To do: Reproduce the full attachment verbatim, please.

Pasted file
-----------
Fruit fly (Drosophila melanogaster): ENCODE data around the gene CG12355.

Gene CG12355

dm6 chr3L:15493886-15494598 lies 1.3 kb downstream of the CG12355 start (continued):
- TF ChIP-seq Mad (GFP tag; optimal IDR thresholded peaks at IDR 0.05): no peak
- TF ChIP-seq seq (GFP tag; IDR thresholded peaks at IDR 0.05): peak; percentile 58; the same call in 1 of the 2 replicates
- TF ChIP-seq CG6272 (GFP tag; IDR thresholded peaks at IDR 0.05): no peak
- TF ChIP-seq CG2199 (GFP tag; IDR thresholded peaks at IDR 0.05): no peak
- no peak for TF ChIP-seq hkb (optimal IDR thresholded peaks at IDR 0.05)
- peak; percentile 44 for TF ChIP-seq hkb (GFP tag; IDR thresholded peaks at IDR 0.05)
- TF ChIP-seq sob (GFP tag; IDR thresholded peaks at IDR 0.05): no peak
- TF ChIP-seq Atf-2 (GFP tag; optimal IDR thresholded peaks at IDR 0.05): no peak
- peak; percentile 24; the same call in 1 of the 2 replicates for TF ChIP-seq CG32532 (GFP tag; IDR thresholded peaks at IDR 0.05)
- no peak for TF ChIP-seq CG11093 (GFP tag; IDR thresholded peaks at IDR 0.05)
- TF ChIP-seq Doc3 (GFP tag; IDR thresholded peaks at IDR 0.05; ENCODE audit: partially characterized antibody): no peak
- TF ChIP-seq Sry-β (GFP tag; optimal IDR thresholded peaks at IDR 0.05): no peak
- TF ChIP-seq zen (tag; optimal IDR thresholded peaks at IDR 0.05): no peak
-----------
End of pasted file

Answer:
Fruit fly (Drosophila melanogaster): ENCODE data around the gene CG12355.

Gene CG12355

dm6 chr3L:15493886-15494598 lies 1.3 kb downstream of the CG12355 start (continued):
- TF ChIP-seq Mad (GFP tag; optimal IDR thresholded peaks at IDR 0.05): no peak
- TF ChIP-seq seq (GFP tag; IDR thresholded peaks at IDR 0.05): peak; percentile 58; the same call in 1 of the 2 replicates
- TF ChIP-seq CG6272 (GFP tag; IDR thresholded peaks at IDR 0.05): no peak
- TF ChIP-seq CG2199 (GFP tag; IDR thresholded peaks at IDR 0.05): no peak
- no peak for TF ChIP-seq hkb (optimal IDR thresholded peaks at IDR 0.05)
- peak; percentile 44 for TF ChIP-seq hkb (GFP tag; IDR thresholded peaks at IDR 0.05)
- TF ChIP-seq sob (GFP tag; IDR thresholded peaks at IDR 0.05): no peak
- TF ChIP-seq Atf-2 (GFP tag; optimal IDR thresholded peaks at IDR 0.05): no peak
- peak; percentile 24; the same call in 1 of the 2 replicates for TF ChIP-seq CG32532 (GFP tag; IDR thresholded peaks at IDR 0.05)
- no peak for TF ChIP-seq CG11093 (GFP tag; IDR thresholded peaks at IDR 0.05)
- TF ChIP-seq Doc3 (GFP tag; IDR thresholded peaks at IDR 0.05; ENCODE audit: partially characterized antibody): no peak
- TF ChIP-seq Sry-β (GFP tag; optimal IDR thresholded peaks at IDR 0.05): no peak
- TF ChIP-seq zen (tag; optimal IDR thresholded peaks at IDR 0.05): no peak